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NAB say Beware Australian Dollar Dip Near-term but Expect Gains in 2021

- AUD forecast higher in 2021
- But near-term weakness possible says NAB
- Tensions with China main risk to bullish outlook

Aussie Dollar

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The fundamental ingredients for a strong rally in the Australian Dollar in 2021 are in place say analysts at NAB, however near-term declines cannot be ruled out.

The latest foreign exchange forecasts and research from the Australian lender and investment bank shows that the Australian Dollar will likely extend higher in 2021, courtesy of an ongoing economic recovery.

But given the sizeable rise in November some give-back can be expected over coming weeks.

The Australian Dollar rose close 5.0% against the U.S. Dollar in November, with gains also coming against most other major currencies as investors found their appetite for high-yielding investments once more courtesy of three pharmaceutical companies reporting trials had shown their covid-19 vaccine candidates to be effective in preventing the illness.

Stock markets have rallied, as have commodity prices, as investors look to a more robust growth environment in 2021.

The Australian Dollar's positive correlation with investor risk sentiment - rising when stock markets and commodities appreciate in value - proved to be the ultimate driver of the currency's gains.

"Importantly for the AUD, the broad increase in risk appetite has also manifested itself in Credit and EM markets," says Ray Attrill, Head of FX Strategy at NAB.

Aussie Dollar models from NNAB

NAB are assuming the a successful global vaccine roll out will contribute to ongoing improvements in global investor appetite over coming months, which should in turn underpin the Aussie.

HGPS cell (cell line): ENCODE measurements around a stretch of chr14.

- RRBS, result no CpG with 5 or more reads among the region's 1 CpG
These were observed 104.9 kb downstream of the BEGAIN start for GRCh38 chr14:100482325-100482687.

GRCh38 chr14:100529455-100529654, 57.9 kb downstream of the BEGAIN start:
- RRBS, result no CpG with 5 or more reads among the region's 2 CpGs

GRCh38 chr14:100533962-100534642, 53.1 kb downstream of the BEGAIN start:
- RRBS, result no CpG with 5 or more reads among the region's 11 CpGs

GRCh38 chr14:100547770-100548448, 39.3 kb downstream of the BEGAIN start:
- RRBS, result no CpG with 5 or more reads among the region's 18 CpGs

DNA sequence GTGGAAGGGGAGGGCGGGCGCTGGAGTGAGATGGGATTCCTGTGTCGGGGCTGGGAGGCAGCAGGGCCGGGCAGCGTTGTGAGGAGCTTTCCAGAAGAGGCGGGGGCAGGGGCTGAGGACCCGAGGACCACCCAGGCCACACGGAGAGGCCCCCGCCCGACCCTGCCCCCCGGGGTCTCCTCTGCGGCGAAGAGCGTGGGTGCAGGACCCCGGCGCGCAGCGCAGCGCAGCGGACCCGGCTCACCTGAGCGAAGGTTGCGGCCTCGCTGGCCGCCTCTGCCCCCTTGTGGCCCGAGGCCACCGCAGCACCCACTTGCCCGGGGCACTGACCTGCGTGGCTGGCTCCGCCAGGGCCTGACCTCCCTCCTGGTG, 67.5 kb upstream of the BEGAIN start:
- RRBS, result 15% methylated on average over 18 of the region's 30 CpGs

However, following the strong appreciation trend of recent weeks, some near-term weakness cannot be discounted.

"We are a little bit cautious at extrapolating a straight-line rise in risk appetite and the AUD... the currency’s performance straight after a big monthly gain is mixed with history showing the AUD appreciates only 47% of the time in the month after gains over 4.5%," says Attrill.

But research by NAB shows that sizeable gains by the Australian dollar at an early stage of a global economic recovery are not unusual, with the currency’s historical performance statistics showing monthly gains over 4.5% have more often than not (65% of the time) been followed by higher AUD/USD levels 3 and 6 months down the road.

The Aussie currency is meanwhile behaving as would be expected when screened on NAB's various models, raising confidence amongst analysts that longer-term gains are likely given current settings and expectations for the outlook.

"Our higher AUD/USD outlook with a point forecast of 78c by December 2021 remains well supported by fundamentals. Next year, risk appetite should be buoyed by a solid and broad-based global economic recovery. But importantly too, given our expectations for commodities to remain in demand, as China’s infrastructure led recovery continues to evolve, Australia’s terms of trade is also likely to remain elevated," says Attrill.

But there are risks to the bullish outlook for the currency to consider, namely that the diplomatic and trade spat with China escalates into something more serious.

"We cannot ignore recent events which effectively mean Australia-China diplomatic relations are now the worse they have been since the Whitlam government first established ties with China in 1973. Our assumption here is that China’s demand for Australia’s main commodity exports will remain solid next year. But if tensions escalate further from here, affecting demand for iron ore for instance and or a recovery in tourism and education, once international borders re-open, then inevitably the AUD will come under pressure," says Attill.

The pound-to-Australian dollar exchange rate is forecast at 1.85 by year-end through to the end of March 2021 ahead of a decline to 1.8181 by the end of June 2021. It is forecast to end 2021 back towards 1.85.

The Australian dollar-to-U.S. dollar exchange rate is forecast at 0.74 at year-end, 0.76 by the end of March 2021, 0.77 by mid-2021 and 0.78 by end-2021.

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